5. Georges Niang (Iowa State) – Fred Hoiberg wanted to win on Day 1. He couldn’t wait for young players to blossom two or three years down the road. He needed guys who could play immediately. So he signed a bunch of Division I transfers and junior college prospects in his first few seasons on the job. The results? Back-to-back NCAA tournament appearances. But Hoiberg can build in the coming years around Niang, a 6-foot-7 wing with the tools to mature into a high-level talent in 2013-14. He averaged 12.1 PPG and 4.6 RPG last season and made 39 percent of his 3-point attempts. The Cyclones lost four of their top six scorers from last year’s squad. Next season’s squad, which will feature four new junior college transfers, will be one of the most inexperienced teams in Hoiberg’s tenure. So Niang has to improve on last year’s production and prove that he’s a go-to guy in the locker room too.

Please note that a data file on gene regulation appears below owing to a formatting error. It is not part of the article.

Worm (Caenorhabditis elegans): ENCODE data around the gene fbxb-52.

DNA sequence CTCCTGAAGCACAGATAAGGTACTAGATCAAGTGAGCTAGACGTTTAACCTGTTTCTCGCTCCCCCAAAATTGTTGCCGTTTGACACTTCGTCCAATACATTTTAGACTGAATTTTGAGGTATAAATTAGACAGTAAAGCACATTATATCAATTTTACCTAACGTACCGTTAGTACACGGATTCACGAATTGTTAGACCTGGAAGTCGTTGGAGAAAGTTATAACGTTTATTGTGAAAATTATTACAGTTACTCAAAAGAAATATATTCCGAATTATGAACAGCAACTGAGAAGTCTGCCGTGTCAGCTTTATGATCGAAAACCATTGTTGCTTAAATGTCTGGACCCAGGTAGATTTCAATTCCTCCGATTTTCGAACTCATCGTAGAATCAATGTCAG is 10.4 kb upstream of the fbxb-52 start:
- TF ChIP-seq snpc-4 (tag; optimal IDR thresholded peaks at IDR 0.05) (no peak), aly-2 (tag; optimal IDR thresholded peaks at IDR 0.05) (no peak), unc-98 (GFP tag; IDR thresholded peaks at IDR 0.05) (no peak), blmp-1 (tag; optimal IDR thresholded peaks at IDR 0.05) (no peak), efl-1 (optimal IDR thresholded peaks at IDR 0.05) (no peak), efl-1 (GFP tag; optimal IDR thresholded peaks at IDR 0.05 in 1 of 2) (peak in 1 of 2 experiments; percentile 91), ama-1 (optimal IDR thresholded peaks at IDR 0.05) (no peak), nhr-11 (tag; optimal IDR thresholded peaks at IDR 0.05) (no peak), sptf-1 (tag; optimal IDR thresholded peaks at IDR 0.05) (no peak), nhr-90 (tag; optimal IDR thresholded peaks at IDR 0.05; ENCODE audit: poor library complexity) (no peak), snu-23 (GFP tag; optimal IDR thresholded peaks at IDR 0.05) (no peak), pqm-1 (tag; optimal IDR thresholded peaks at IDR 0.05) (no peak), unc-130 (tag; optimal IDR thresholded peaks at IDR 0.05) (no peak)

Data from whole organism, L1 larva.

6. Perry Ellis (Kansas) – Well, a lot has changed in recent weeks for Kansas. The Jayhawks ended last season with question marks. They’d lost all five starters once Ben McLemore declared for the NBA draft. So perhaps the Big 12 title streak – nine in a row – would be in jeopardy entering the 2013-14 season? That was then. Andrew Wiggins signed with Bill Self’s program and squashed all doubts. The addition of Tarik Black certainly helps too. But Kansas has historically benefited most from depth. And they have that inside now. Ellis is in a great position as the projected starter at power forward. He’s surrounded by playmakers, so he just has to continue to be the efficient threat he was in 2012-13 (5.8 PPG, 3.9 RPG, 48 percent from the floor, 13.6 MPG). Kansas has suddenly become a national title contender again. Self’s freshman class is uncanny now, and Black is an instant boost for the program. If Ellis is as potent as his prep accolades suggested he’d be at this level, KU will be in a position to reach Arlington next April.